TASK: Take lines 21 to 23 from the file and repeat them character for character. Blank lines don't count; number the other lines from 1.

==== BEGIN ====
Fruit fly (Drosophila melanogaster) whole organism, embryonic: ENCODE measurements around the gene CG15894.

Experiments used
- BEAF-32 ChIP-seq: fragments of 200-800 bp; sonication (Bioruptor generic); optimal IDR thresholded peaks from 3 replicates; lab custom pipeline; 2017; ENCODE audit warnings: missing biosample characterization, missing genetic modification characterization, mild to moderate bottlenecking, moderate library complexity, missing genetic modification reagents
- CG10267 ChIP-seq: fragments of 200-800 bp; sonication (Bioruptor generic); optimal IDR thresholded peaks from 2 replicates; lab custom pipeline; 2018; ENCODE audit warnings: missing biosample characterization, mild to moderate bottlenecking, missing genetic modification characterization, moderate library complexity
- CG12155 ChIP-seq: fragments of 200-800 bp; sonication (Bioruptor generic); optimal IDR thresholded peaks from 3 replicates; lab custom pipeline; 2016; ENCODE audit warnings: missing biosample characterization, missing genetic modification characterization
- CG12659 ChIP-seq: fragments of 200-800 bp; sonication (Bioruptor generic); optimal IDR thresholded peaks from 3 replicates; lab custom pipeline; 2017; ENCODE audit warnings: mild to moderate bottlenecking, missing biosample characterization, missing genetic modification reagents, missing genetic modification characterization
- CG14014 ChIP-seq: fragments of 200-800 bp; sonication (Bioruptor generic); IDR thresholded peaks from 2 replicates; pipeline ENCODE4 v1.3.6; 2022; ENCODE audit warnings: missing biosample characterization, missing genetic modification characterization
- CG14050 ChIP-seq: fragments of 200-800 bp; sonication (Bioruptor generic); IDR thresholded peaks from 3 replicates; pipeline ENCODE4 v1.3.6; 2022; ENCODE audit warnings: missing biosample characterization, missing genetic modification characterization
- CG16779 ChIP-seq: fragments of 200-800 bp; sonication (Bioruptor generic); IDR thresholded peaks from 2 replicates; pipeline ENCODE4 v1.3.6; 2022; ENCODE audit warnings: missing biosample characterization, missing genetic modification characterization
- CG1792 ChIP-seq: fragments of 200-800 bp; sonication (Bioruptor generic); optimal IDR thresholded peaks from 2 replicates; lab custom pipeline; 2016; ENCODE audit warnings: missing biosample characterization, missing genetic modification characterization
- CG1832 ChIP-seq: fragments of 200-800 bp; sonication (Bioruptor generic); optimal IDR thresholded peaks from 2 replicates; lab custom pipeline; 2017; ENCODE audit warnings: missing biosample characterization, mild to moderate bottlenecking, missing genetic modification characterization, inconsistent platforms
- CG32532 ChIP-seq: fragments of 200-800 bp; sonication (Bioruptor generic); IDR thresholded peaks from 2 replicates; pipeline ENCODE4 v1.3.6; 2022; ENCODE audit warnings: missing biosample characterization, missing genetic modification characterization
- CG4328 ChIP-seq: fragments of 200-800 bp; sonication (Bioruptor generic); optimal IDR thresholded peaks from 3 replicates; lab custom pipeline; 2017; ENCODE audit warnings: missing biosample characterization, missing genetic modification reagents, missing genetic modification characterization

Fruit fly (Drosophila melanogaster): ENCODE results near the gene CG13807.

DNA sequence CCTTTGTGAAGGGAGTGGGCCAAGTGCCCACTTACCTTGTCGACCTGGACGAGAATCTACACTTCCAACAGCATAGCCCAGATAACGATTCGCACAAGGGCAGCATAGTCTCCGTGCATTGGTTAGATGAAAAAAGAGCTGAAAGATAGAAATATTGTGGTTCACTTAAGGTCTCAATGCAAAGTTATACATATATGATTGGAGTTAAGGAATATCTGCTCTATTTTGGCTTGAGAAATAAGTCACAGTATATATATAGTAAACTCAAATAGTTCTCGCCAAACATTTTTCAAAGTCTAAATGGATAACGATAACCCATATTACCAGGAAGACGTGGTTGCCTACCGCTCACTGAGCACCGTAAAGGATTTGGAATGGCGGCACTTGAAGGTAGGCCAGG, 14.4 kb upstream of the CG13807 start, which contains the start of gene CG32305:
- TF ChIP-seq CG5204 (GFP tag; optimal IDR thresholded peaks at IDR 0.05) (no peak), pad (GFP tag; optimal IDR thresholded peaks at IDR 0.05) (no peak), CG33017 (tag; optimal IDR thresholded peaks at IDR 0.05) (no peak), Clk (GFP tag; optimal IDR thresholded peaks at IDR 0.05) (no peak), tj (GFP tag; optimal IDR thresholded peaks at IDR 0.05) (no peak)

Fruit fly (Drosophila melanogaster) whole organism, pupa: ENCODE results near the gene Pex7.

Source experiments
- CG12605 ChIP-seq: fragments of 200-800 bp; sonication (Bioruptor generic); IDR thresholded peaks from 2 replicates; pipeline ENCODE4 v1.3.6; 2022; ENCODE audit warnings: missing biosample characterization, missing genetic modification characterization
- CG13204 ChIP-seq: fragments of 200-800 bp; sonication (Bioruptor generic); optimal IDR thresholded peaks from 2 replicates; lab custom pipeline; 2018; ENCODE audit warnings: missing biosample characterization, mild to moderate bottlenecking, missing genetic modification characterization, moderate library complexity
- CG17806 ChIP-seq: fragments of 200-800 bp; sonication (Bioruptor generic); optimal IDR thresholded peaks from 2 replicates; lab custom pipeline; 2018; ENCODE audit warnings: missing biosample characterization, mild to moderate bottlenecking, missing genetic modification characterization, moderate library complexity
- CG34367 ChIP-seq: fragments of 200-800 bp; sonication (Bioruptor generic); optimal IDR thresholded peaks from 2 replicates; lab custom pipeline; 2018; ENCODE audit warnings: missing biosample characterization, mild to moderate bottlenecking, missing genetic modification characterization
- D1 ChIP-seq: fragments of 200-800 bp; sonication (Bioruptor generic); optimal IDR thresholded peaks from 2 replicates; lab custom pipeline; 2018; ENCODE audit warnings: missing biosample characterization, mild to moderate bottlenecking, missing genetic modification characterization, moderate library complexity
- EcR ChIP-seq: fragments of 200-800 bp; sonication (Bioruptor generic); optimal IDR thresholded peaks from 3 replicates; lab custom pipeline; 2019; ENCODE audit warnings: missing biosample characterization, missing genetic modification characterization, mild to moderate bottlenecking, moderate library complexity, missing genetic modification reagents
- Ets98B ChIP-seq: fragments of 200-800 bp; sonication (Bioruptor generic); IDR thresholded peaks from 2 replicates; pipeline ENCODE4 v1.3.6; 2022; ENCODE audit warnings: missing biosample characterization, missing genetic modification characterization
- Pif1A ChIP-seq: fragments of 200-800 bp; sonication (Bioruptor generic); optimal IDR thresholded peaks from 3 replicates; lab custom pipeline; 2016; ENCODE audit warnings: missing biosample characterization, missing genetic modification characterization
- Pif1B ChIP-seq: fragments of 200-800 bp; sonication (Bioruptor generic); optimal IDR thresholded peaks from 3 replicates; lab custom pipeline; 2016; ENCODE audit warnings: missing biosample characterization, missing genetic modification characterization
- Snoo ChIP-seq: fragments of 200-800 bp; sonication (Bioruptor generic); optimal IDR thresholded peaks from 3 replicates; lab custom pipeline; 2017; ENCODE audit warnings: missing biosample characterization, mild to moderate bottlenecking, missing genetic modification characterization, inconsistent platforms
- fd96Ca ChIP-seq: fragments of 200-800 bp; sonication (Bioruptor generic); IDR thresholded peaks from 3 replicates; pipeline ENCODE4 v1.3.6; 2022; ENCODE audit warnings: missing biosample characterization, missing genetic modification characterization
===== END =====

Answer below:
- CG17806 ChIP-seq: fragments of 200-800 bp; sonication (Bioruptor generic); optimal IDR thresholded peaks from 2 replicates; lab custom pipeline; 2018; ENCODE audit warnings: missing biosample characterization, mild to moderate bottlenecking, missing genetic modification characterization, moderate library complexity
- CG34367 ChIP-seq: fragments of 200-800 bp; sonication (Bioruptor generic); optimal IDR thresholded peaks from 2 replicates; lab custom pipeline; 2018; ENCODE audit warnings: missing biosample characterization, mild to moderate bottlenecking, missing genetic modification characterization
- D1 ChIP-seq: fragments of 200-800 bp; sonication (Bioruptor generic); optimal IDR thresholded peaks from 2 replicates; lab custom pipeline; 2018; ENCODE audit warnings: missing biosample characterization, mild to moderate bottlenecking, missing genetic modification characterization, moderate library complexity